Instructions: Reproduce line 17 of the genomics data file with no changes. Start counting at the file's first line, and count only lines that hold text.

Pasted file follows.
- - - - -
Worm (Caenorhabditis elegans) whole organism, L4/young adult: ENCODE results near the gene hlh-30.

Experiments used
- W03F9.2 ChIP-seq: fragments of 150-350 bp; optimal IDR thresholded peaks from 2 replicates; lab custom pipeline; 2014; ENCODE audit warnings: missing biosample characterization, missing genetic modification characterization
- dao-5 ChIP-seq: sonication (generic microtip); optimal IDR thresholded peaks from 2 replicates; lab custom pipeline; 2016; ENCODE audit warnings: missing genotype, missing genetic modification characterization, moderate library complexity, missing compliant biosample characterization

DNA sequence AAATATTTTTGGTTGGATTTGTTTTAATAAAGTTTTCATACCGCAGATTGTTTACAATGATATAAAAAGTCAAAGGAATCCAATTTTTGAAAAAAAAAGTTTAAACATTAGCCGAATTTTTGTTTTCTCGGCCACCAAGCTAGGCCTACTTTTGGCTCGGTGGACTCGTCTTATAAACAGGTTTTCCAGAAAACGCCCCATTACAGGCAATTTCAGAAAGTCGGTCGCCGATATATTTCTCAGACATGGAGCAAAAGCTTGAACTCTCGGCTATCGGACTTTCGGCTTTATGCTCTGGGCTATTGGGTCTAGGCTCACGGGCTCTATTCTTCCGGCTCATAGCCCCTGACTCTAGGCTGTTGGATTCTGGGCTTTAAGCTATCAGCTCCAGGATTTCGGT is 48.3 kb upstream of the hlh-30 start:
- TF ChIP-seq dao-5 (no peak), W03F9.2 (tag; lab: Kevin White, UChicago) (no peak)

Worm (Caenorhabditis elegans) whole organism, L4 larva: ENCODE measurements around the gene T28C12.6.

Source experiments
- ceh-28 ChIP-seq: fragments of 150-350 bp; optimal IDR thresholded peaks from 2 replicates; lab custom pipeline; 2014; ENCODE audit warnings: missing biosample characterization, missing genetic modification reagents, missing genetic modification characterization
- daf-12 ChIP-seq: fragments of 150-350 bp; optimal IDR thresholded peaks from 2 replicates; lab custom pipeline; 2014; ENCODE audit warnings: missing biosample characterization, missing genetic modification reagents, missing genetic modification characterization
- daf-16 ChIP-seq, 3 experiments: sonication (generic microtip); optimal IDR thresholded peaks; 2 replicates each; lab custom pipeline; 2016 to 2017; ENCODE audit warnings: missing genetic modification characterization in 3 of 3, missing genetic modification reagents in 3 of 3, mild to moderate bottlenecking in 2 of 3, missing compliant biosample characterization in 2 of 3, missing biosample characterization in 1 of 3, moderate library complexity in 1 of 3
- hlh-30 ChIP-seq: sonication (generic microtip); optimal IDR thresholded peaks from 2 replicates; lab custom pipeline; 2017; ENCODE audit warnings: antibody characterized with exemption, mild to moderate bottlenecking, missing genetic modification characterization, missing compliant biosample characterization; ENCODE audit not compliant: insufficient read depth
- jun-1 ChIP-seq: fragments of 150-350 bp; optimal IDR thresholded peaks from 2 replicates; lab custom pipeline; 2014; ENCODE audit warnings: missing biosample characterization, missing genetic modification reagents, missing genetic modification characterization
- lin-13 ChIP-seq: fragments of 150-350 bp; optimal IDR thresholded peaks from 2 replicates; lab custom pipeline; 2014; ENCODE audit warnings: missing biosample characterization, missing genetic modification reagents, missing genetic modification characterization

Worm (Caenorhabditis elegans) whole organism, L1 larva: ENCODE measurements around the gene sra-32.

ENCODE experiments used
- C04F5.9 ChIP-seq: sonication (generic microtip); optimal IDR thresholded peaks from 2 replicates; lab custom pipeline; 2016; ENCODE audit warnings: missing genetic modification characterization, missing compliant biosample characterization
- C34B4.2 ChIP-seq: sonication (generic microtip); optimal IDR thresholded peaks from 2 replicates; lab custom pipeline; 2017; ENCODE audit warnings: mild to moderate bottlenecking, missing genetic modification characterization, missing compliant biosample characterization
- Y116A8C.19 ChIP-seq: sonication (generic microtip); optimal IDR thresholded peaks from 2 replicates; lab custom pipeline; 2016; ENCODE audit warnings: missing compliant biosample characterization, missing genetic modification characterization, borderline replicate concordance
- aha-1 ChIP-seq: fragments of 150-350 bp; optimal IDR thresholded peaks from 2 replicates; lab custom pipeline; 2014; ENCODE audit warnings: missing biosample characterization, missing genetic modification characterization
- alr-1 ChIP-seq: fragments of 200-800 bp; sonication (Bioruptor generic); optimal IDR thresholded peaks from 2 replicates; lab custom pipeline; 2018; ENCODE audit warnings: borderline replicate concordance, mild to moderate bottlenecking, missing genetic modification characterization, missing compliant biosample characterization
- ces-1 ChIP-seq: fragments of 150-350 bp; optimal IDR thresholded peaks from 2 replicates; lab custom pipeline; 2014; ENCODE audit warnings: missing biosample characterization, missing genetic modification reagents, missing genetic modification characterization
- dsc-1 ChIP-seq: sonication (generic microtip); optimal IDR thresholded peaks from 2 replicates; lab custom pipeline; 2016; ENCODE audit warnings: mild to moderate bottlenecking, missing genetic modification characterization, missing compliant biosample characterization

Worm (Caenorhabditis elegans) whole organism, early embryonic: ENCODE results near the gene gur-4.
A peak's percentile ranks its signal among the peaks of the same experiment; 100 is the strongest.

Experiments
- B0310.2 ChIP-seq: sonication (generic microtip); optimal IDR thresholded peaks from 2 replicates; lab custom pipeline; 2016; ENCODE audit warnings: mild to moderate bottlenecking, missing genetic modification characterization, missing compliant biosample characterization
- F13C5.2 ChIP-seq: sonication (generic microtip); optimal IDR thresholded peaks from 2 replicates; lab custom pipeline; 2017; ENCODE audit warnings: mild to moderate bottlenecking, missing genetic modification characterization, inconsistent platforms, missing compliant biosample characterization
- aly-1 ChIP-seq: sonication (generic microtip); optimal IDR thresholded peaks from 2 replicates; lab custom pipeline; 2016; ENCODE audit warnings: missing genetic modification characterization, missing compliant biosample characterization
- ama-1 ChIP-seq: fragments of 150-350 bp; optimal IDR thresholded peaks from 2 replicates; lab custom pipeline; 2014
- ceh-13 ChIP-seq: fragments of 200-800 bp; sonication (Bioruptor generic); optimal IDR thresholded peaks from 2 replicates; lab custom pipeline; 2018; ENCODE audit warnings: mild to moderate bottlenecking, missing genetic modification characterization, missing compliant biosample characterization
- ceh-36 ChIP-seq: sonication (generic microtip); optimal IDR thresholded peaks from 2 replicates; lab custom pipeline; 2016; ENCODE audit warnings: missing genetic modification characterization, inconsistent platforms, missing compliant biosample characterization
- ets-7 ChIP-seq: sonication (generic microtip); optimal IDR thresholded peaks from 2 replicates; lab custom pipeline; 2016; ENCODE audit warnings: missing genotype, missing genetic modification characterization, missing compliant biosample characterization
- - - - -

- C04F5.9 ChIP-seq: sonication (generic microtip); optimal IDR thresholded peaks from 2 replicates; lab custom pipeline; 2016; ENCODE audit warnings: missing genetic modification characterization, missing compliant biosample characterization